No Longer In The Dark: Senate Protects American Right To Know Of GMOs

Credit: Modern Farmer

Credit: Modern Farmer

The Senate made a bold move last week in blocking an effort by Sen. Pat Roberts that would prohibit states from requiring labels for genetically modified foods (GMOs). The bill, appropriately called the Denying Americans the Right to Know Act, proposed a voluntary labeling standard in which the “bioengineered food” (as the legislation called the genetically modified goods) may be selectively identified rather than required. DARK was written in response to the 2014 Vermont law that requires labels on all products containing seed or other ingredients that are genetically modified. Food companies have frantically tried to block the law before it takes effect; the Senate, however, did just the opposite.

With a final count of 48-49, the Senate effectively blocked the bill from passing, as it required a 60 vote count in order to take effect. Roberts accused opponents of failing to present any feasible solutions, whereas he claimed that he “acted to provide a responsible, enforceable, scientific and proactive approach to arm consumers with the information they want to make informed choices about what to put on their dinner table.”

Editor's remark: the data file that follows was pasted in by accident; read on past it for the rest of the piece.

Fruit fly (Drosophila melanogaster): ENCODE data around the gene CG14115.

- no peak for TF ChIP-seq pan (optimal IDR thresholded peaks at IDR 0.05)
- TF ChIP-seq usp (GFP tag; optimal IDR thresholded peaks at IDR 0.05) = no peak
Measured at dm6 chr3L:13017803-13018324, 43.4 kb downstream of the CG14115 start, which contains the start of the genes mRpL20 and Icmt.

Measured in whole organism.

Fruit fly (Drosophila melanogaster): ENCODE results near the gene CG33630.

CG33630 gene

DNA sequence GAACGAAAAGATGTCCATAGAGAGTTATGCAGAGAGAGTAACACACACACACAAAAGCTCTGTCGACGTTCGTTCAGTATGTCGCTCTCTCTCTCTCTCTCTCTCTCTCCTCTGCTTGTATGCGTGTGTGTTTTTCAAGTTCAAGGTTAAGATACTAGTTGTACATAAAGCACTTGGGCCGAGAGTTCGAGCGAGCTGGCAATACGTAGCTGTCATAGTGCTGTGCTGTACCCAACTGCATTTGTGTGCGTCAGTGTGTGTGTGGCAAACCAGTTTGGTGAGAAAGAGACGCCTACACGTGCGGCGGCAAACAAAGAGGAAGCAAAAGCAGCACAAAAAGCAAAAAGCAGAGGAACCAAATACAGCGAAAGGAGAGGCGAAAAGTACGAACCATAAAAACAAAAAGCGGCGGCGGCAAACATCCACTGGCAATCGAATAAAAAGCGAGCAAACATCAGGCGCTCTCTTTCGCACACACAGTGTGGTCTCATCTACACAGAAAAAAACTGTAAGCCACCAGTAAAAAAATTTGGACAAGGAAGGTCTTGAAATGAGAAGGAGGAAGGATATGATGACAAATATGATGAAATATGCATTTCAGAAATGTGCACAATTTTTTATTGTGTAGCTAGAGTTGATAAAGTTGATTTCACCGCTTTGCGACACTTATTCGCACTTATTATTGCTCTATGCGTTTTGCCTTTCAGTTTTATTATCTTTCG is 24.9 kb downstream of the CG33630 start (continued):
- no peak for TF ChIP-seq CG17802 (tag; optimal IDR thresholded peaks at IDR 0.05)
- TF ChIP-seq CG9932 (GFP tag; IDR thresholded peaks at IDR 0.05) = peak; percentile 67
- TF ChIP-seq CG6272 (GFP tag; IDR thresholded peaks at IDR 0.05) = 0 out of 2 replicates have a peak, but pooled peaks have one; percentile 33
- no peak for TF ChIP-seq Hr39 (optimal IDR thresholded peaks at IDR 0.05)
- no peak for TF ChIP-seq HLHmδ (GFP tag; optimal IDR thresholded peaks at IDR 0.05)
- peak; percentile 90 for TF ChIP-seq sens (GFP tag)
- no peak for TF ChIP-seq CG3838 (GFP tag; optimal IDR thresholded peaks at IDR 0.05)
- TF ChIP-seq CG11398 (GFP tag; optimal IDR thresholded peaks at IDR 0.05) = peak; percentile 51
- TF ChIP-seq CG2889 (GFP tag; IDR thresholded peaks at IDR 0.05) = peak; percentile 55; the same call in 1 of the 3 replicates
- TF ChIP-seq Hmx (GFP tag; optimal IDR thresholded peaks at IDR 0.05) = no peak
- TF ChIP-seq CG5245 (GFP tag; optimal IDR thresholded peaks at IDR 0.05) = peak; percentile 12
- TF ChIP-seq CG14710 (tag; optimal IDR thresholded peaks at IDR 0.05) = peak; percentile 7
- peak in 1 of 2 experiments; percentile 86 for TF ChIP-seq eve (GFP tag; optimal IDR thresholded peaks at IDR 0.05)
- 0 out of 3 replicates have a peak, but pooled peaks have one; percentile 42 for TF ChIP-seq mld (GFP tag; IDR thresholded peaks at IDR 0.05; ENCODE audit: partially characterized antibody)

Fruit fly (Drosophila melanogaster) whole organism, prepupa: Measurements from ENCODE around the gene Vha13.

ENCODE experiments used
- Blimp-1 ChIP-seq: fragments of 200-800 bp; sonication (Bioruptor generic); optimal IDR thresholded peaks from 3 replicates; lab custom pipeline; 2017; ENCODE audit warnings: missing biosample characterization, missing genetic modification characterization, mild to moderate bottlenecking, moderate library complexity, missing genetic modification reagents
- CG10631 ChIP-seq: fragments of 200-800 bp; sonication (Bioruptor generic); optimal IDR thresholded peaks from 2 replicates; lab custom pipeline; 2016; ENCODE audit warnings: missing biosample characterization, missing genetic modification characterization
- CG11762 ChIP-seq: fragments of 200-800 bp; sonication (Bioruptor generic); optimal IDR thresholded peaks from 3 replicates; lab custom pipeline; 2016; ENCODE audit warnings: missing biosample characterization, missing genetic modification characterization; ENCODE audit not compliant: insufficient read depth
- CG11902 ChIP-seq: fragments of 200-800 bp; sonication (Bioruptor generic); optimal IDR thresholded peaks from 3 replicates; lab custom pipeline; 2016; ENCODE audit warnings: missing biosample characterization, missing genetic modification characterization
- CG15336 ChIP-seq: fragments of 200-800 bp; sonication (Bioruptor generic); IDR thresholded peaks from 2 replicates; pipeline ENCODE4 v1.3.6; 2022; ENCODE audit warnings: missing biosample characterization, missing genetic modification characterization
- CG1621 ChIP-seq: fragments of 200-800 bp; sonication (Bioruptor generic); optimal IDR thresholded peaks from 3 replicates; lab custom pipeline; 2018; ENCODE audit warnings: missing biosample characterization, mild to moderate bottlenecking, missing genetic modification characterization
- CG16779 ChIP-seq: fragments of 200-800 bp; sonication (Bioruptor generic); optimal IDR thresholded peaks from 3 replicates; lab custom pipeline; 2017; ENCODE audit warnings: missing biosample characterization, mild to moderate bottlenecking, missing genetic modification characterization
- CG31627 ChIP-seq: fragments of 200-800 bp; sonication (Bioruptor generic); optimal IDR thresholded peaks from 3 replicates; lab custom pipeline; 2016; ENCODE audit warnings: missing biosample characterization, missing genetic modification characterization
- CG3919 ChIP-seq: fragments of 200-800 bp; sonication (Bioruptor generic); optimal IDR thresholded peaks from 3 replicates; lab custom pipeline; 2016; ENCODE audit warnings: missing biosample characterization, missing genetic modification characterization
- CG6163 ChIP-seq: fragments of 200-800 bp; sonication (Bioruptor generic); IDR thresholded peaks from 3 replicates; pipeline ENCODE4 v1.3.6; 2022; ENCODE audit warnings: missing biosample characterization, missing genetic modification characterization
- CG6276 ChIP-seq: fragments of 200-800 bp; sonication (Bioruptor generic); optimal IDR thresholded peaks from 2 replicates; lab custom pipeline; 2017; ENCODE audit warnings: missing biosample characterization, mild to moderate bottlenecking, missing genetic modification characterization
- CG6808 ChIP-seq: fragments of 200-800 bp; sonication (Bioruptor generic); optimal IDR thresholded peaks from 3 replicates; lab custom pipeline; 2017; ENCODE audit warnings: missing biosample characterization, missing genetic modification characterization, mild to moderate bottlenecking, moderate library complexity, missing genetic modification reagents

Democratic presidential candidate Sen. Bernie Sanders was among those who opposed the bill. He stated that he was “pleased that Congress stood up to the demands of Monsanto and other multi-national food industry corporations and rejected this outrageous bill” and called the vote “a victory for the American people over corporate interests.”

GMO labeling has become a hot topic in recent years, with more and more people expressing concern over the overwhelming amount of food that contains GMOs, yet there remains a lack of information presented to consumers. Biotechnology companies essentially alter crops like corn and food companies, in turn, use said altered crops to manufacture food for individuals; ultimately, most times consumers are completely unaware their food has been altered in any way. GMOs are also extremely controversial because of their heavy pesticide use, which only contributes to the toxicity of foods common throughout America.

Food companies have poured millions in fighting regulation of labeling, which begs the question as to why they are so desperate to hide the truth from Americans. The suspicion is exacerbated by the fact that many companies refuse to publicly declare their anti-labeling stance, instead choosing to allow food agencies to take the heat while funding efforts to defeat labeling legislation. According to the New York Times, 93% of Americans want GMO food labeling and 72% reported it was crucial to them to avoid GMO products. The dissent between the clear desire of Americans versus big companies and their profit margins yet again proves to be an issue for the country. Perhaps Sen. Bernie Sanders is correct, in that too often the interests of corporate America supersede the interests of citizens. In this case, the citizens have triumphed and are no longer in the DARK.


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